“Do you fear that when you’re in the presence of love and beauty you tend to become softheaded, whereas you’re likely to feel smart and powerful when you’re sneering at the ugliness around you? As an antidote, for a given amount of time, say a week or a month or a year, act as if the following hypothesis were true: that you’re more likely to grow smarter when you’re in the presence of love and beauty.” ―Rob Brezsny


“The words you speak become the house you live in.” ―Hafiz


Mary Oliver:
“I don’t want to end up simply having visited the world.”


“If someone asks, ‘What does perfect beauty look like?’
Show him your own face and say, like this.” —Rumi

Grace for What Will Be

Interesting patterns of lichen and rust on the old iron bridge at school. I am holding the image of this bridge in my heart as I think about how we make a safe and purposeful bridge for our students and community into the fall and beyond. What Will Be is going to look different from What Was. And that will be okay. We get to choose, now, to construct the beautiful and thoughtful and creative future that we want.

I have no doubt that there may be pieces of the future plan that will push me out of my comfort zone–continued elements of online learning, strange new schedules–but leaving my comfort zone is how I grow.

And, despite the changes, we carry important elements of the old way forward, into the new times, traditions that support and identify us as who we are, deep down. Some of the Beauty of What Was will permeate and inform What Will Be, not just at school, but everywhere. Let’s be deliberate, gracious, and filled with compassion as we create a future that is safe and humane and comfortable for everyone.


Gratitude List:
1. The hope of hummingbirds
2. How the children educate themselves, given half a chance. One is researching, in great depth, how to create and develop a Youtube channel, along with exploring how to create artful imagery and videos. The other is learning things about computers that I have no name for, but which I know are important to the world somehow.
3. Integrating some Qigong suggestions from a dear friend into my daily stretching and breathing practice. Sometimes, and especially at times like this, intangible gifts are special treasures. Every day, when I stretch and breathe, this will be like opening–once again–a little gift package from someone I love.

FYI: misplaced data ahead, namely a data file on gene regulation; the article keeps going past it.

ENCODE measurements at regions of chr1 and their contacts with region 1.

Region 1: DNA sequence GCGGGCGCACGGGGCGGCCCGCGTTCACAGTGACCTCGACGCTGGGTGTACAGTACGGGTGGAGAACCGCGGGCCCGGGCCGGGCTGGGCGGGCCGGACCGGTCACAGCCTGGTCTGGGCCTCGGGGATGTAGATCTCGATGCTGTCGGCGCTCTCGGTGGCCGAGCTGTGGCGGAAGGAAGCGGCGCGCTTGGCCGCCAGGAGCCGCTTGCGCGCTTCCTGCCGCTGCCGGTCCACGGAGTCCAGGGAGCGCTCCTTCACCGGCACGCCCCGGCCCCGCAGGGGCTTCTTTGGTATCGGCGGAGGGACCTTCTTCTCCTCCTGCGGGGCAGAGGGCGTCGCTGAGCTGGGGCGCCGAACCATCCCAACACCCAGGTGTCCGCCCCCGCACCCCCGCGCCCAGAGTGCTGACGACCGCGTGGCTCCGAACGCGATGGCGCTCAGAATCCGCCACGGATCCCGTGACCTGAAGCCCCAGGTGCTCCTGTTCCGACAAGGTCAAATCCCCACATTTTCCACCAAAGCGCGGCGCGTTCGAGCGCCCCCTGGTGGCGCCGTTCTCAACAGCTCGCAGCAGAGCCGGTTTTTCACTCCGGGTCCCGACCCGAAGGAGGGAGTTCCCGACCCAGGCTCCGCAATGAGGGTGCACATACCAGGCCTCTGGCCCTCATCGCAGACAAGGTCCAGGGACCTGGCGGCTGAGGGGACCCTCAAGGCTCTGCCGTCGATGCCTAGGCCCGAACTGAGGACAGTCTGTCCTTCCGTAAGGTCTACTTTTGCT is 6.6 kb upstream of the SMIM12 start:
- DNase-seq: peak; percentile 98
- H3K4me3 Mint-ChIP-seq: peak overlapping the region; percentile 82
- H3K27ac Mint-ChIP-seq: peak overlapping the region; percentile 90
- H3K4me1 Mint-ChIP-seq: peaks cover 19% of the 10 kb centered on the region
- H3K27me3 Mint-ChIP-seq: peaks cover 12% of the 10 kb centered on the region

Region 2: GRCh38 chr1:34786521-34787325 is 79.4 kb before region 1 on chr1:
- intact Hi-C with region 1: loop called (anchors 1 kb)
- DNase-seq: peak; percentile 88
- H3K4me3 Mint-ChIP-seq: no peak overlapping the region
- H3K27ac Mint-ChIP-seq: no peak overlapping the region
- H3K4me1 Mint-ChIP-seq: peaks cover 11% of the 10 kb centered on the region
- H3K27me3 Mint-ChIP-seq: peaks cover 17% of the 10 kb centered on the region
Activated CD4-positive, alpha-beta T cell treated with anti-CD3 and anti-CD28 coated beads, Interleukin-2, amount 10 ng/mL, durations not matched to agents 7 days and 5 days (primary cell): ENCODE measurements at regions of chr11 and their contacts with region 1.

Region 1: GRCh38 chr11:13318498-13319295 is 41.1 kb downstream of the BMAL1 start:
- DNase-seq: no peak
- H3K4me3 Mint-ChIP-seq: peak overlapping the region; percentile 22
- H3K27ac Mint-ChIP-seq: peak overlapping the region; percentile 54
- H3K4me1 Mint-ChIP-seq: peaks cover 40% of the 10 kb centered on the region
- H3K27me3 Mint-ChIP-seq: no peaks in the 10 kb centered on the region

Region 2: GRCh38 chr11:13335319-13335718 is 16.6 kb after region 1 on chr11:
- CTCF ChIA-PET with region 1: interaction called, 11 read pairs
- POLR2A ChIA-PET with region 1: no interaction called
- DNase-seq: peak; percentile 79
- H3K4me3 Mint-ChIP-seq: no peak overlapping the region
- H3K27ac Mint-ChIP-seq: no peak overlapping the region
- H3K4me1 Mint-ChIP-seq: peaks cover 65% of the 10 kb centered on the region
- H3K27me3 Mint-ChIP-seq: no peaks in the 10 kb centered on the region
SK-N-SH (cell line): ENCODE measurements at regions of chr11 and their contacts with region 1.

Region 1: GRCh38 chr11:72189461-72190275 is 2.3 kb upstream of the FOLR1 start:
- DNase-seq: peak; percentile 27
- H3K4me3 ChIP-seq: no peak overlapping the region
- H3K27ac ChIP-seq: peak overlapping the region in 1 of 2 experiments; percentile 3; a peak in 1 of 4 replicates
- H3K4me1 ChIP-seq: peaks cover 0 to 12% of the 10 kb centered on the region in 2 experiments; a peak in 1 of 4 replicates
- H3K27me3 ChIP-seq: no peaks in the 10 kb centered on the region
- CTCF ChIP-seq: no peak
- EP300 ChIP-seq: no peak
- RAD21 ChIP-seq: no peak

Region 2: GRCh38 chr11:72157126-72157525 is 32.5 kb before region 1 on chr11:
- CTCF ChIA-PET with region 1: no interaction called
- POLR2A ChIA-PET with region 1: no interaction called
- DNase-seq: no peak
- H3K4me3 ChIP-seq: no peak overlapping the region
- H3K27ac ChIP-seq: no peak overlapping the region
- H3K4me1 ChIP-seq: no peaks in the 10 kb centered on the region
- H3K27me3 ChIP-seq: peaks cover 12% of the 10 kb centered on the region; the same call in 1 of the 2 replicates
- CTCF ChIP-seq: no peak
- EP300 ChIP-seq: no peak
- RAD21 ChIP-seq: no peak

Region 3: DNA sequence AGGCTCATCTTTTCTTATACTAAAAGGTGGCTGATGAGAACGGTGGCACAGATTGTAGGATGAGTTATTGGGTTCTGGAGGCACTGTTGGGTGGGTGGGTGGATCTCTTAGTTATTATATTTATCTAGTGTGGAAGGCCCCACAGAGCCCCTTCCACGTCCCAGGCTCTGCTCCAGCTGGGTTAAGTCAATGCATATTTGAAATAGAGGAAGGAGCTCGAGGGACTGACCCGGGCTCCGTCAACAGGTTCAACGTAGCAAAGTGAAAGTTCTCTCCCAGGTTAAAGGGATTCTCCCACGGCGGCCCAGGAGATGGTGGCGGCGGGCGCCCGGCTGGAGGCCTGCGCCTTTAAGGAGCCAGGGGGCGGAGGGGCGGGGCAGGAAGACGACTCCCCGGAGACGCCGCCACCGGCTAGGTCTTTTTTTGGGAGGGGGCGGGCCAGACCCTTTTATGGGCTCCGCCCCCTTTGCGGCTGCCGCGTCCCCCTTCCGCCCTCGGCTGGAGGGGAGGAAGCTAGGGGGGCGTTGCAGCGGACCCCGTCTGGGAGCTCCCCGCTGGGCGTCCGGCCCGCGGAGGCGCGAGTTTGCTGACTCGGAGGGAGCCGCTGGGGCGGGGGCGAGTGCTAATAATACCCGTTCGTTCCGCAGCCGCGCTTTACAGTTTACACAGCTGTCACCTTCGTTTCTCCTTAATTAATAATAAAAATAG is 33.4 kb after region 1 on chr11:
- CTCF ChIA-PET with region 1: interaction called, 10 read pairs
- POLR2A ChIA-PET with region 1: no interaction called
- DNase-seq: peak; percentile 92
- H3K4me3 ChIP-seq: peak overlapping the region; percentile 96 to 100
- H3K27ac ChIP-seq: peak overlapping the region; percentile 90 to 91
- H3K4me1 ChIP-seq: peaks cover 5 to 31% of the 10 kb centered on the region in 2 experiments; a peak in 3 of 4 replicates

4. Getting kicked out of my comfort zone. I am not always grateful for this, and usually I am actually sort of kicking and screaming, but hindsight, baby, is full of grace.
5. Pathways through the woods. Yes, and I mean those, too. . .

May we walk in Beauty!


“Alas, the webs are torn down, the spinners stomped out.
But the forest smiles. Deep in her nooks and crevices she feels the spinners and the harmony of their web. We will dream our way to them.
[….]
Carefully, we feel our way through the folds of darkness. Since our right and left eyes are virtually useless, other senses become our eyes. The roll of a pebble, the breath of dew-cooled pines, a startled flutter in a nearby bush magnify the vast silence of the forest. Wind and stream are the murmering current of time, taking us back to where poetry is sung and danced and lived. In the distance a fire flickers—not running wild, but contained, like a candle. The spinners.” —Marylou Awiakta


“I don’t know if y’all heard, but women are the same as humans.” —Leslie Jones


“Someday, after mastering the winds, the waves, the tides and gravity, we shall harness for God the energies of love, and then, for a second time in the history of the world, man will have discovered fire.”
―Pierre Teilhard de Chardin


“Joy is the infallible sign of the presence of God.”
―Pierre Teilhard de Chardin


“I know that when I pray something wonderful happens, not only for the person that I am praying for, but also for me. I am being heard.” —Maya Angelou


“My pen is my harp and my lyre; my library is my garden and my orchard.” —Judah Ha-Levi (Spanish Poet, Physician)